Our Bureau
02:35 PM, December 2, 2016
North Korea Conducts Artillery Drill, Simulating Attack On Seoul
North Korean leader Kim Jong Un attends an artillery drill of the KPA artillery units. Photo Credit: Korean Central News Agency (KCNA)

North Korea has conducted a large-scale artillery drill that involved multiple batteries of frontline heavy artillery units, simulating an attack on the South Korean capital and other targets.

The military exercise organized by North Korean leader Kim Jong-Un comes after Seoul and Tokyo unveiled fresh unilateral sanctions against Pyongyang over its nuclear weapons program.

The military exercise targeted five border islands, as well as “reactionary ruling organs” in Seoul and other cities, the North’s official KCNA news Agency reported today.

The exercise was held on Thursday, just hours after the UN Security Council adopted a new resolution imposing tough sanctions on North Korea following its fifth nuclear test in September.

The UN resolution also capped the North’s annual coal exports, which is its top external revenue source. The move was led by the US and came after three months of tough negotiations with fellow veto-wielding council member China.

“If a war breaks out, such a deadly strike should be inflicted upon the South Korean forces to completely break their will of counteraction at the start and make a clean sweep of them,” KCNA quoted Kim Jong-Un as saying during the artillery drill.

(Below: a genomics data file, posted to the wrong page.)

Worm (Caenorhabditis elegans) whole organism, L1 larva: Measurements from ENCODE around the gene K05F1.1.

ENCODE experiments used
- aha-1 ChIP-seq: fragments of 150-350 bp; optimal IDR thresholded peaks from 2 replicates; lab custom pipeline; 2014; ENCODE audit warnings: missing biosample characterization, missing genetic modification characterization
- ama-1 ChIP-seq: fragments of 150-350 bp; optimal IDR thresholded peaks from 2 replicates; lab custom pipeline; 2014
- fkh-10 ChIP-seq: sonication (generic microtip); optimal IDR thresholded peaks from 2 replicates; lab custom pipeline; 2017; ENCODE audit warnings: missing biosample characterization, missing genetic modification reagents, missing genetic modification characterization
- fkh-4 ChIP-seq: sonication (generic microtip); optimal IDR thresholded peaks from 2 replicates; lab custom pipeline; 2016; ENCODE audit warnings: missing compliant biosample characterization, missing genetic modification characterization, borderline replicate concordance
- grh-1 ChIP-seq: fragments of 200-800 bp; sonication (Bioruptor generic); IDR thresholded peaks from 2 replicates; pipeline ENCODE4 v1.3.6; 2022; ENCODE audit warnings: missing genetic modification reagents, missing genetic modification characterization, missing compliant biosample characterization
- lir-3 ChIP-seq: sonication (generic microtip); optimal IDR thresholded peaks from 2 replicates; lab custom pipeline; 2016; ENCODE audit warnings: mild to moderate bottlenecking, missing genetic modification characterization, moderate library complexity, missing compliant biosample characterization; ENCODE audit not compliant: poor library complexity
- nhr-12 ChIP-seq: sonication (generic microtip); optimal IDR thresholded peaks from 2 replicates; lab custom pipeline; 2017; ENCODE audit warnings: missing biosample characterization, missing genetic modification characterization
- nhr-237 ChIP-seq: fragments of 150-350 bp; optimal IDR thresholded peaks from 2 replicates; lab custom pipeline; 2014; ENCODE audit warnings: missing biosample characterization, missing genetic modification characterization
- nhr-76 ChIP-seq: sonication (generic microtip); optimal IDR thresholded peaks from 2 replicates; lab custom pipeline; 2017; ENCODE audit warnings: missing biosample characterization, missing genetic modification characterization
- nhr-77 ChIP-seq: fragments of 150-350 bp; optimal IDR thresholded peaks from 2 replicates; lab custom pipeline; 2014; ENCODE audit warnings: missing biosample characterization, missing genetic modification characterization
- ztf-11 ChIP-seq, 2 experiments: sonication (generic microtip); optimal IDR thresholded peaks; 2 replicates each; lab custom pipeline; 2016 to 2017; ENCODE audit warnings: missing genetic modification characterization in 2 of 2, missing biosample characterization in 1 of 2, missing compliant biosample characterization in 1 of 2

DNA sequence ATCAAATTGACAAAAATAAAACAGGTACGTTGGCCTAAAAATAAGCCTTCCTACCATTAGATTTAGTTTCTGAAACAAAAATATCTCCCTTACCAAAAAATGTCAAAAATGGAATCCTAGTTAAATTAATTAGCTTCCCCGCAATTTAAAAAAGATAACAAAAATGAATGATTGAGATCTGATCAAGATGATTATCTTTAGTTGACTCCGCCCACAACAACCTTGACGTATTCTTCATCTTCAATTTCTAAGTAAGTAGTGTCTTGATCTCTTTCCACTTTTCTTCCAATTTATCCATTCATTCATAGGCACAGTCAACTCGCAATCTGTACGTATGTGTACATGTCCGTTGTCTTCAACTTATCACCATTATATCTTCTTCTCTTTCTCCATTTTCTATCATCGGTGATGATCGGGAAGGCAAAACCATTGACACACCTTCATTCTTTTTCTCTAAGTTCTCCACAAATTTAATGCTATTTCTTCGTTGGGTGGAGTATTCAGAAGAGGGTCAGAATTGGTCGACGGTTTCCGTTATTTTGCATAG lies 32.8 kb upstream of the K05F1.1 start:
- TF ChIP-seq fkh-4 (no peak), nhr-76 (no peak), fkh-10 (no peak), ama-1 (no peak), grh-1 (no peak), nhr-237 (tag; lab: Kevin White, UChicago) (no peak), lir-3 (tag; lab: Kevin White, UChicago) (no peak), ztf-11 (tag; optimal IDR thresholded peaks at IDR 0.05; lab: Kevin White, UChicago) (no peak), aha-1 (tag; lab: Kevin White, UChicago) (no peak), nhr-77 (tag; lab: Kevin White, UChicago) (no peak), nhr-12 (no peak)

“Nobody and nothing would survive,” the young leader added.

South Korea on Friday unveiled its own sanctions against Pyongyang. It added many individuals and organisations to a blacklist, including those suspected of involvement in the North’s nuclear program. It also blacklisted the North’s ruling Workers’ Party of Korea and two of Kim’s closest aides, Choe Ryong-Hae and Hwang Pyong-So.

South Korea also mentioned the Chinese company Dandong Hongxiang Industrial Development, which was placed in September on a US sanctions blacklist for supporting the North’s nuclear program. However, it is first time that Seoul has sanctioned a Chinese firm in connection with North Korea.

The US had accused Dandong Hongxiang of making up a key illicit network supporting North Korea’s weapons proliferation. Japan also toughened its unilateral sanctions, expanding a ban on port calls by vessels that had visited North Korea, and new additions to its blacklist of North Korean individuals and entities.

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